Skip to content

Getting Started

Nolan Lawson edited this page Apr 9, 2014 · 43 revisions

The following tutorial will get you started on your first PouchDroid Android app.

Table of Contents

Importing PouchDroid as a library project

If you've never worked with Android library projects before, the screenshots below will show you how to import PouchDroid from Git into your workspace, so you can use it as a library project.

If you already know how to do this: just clone https://github.com/nolanlawson/PouchDroid.git, add the library/ folder as a library project, then skip to Part 2.

In Eclipse/ADT, import a new project:

step1

Import from Git:

step2

Clone a URI:

step3

Type in https://github.com/nolanlawson/PouchDroid.git:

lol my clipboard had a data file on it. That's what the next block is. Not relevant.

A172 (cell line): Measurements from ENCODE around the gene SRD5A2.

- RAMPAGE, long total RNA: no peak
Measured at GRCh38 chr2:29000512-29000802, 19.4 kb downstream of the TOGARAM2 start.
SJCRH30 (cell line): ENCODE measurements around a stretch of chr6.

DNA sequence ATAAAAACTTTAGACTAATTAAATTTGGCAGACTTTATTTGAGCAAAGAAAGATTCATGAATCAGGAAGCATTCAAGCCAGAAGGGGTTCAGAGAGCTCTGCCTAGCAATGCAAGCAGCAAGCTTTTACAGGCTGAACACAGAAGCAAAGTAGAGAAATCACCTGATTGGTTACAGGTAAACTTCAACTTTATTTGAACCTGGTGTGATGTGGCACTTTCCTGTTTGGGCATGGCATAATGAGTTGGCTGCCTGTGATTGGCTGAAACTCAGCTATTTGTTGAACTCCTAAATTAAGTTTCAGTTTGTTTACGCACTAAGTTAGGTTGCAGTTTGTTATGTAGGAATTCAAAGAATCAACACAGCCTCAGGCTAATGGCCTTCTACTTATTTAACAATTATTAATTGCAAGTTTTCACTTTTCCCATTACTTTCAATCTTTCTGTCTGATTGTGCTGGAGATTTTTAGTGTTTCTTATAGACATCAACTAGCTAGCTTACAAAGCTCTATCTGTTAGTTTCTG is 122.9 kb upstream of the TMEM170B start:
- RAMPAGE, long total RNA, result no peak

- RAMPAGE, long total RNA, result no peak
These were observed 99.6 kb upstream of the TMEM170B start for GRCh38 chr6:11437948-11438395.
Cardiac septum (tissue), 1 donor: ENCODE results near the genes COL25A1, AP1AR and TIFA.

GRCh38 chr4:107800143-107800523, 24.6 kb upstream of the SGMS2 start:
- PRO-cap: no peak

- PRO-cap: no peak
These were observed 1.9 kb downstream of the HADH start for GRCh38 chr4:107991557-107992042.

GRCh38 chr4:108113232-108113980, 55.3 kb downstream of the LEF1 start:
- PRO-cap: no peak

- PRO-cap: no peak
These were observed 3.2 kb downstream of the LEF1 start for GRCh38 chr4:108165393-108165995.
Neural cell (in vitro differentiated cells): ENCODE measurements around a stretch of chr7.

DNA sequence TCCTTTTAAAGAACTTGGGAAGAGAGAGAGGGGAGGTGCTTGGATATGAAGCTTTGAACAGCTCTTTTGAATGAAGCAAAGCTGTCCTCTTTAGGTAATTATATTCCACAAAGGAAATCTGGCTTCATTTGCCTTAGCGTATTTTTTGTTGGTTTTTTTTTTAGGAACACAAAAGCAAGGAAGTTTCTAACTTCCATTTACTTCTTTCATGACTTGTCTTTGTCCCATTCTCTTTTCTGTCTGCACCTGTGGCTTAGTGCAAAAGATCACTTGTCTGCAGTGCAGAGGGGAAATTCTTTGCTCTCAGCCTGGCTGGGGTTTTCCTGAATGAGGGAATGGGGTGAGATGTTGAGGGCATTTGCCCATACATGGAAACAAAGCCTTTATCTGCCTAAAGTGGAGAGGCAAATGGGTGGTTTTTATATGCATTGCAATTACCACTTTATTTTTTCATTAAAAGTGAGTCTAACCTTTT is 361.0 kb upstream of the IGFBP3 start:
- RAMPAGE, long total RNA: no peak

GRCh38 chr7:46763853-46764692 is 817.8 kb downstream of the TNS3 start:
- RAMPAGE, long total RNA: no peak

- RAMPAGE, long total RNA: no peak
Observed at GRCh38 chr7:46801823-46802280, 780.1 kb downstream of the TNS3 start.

step4

You only need the master branch:

step5

Create a new Android application project. PouchDroid also comes with some examples and unit tests, which will appear in your workspace:

step7

Right-click your project and choose "Properties":

step8

Choose "Android," then click "Add..." to add a library project:

step9

Congratulations! PouchDroid is now a library project for your application:

step10

Using PouchDroid in your app

PouchDroid uses an invisible WebView as a bridge to talk to PouchDB through JavaScript. So you can only use PouchDroid in a running Activity or Fragment, not a Service.

androidtopouch

To use PouchDroid in an Activity, extend PouchDroidActivity:

public class MyActivity extends PouchDroidActivity {
  /* ... */
  public void onPouchDroidReady(PouchDroid pouchDroid) {
    // do stuff
  }
}

A PouchDroidListActivity is also available for ListActivities.

To use PouchDroid in a Fragment, extend PouchDroidFragment:

public class MyFragment extends PouchDroidFragment {
  /* ... */
  public void onPouchDroidReady(PouchDroid pouchDroid) {